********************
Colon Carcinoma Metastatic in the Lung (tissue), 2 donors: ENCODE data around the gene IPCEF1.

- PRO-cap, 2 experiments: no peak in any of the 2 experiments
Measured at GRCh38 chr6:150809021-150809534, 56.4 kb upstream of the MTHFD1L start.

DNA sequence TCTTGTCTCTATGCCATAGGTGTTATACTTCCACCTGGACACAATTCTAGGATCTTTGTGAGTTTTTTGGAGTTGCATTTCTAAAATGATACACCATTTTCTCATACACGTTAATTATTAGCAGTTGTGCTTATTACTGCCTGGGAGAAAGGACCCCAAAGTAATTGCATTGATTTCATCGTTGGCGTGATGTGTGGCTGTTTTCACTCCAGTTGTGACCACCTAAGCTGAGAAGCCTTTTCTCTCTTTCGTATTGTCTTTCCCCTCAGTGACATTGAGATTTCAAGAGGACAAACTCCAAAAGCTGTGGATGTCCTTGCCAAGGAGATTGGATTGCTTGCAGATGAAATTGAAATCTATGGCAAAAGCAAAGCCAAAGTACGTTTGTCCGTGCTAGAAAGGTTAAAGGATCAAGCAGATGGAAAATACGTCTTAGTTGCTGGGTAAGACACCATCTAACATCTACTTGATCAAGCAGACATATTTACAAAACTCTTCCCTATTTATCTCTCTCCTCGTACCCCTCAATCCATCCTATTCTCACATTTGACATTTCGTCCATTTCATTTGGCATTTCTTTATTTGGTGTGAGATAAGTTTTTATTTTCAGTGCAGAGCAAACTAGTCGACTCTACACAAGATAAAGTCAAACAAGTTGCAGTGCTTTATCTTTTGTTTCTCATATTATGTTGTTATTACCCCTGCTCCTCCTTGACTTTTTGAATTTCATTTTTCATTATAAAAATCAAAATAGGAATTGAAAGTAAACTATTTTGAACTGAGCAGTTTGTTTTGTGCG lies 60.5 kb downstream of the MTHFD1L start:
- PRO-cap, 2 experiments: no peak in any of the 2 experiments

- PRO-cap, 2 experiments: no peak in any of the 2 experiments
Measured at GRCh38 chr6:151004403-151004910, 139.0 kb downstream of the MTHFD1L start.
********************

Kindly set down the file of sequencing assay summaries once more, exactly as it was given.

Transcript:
Colon Carcinoma Metastatic in the Lung (tissue), 2 donors: ENCODE data around the gene IPCEF1.

- PRO-cap, 2 experiments: no peak in any of the 2 experiments
Measured at GRCh38 chr6:150809021-150809534, 56.4 kb upstream of the MTHFD1L start.

DNA sequence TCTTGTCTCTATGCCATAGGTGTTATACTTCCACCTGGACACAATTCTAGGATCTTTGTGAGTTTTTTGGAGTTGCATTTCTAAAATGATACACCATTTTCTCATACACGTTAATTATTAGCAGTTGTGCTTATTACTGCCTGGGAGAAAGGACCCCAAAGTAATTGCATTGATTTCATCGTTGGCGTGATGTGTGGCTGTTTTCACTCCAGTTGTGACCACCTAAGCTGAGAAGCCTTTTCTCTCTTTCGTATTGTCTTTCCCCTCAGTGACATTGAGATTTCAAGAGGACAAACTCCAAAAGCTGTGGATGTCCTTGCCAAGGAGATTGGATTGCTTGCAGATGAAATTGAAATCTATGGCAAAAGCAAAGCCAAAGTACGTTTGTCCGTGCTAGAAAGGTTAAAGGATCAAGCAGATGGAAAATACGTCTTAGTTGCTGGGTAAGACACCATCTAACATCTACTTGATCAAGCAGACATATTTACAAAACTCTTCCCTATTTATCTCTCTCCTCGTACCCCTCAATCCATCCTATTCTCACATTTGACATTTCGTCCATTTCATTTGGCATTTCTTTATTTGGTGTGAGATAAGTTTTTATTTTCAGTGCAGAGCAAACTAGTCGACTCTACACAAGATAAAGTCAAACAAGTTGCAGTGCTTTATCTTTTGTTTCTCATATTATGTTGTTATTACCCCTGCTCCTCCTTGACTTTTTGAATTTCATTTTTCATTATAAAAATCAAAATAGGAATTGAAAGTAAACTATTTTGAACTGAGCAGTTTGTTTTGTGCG lies 60.5 kb downstream of the MTHFD1L start:
- PRO-cap, 2 experiments: no peak in any of the 2 experiments

- PRO-cap, 2 experiments: no peak in any of the 2 experiments
Measured at GRCh38 chr6:151004403-151004910, 139.0 kb downstream of the MTHFD1L start.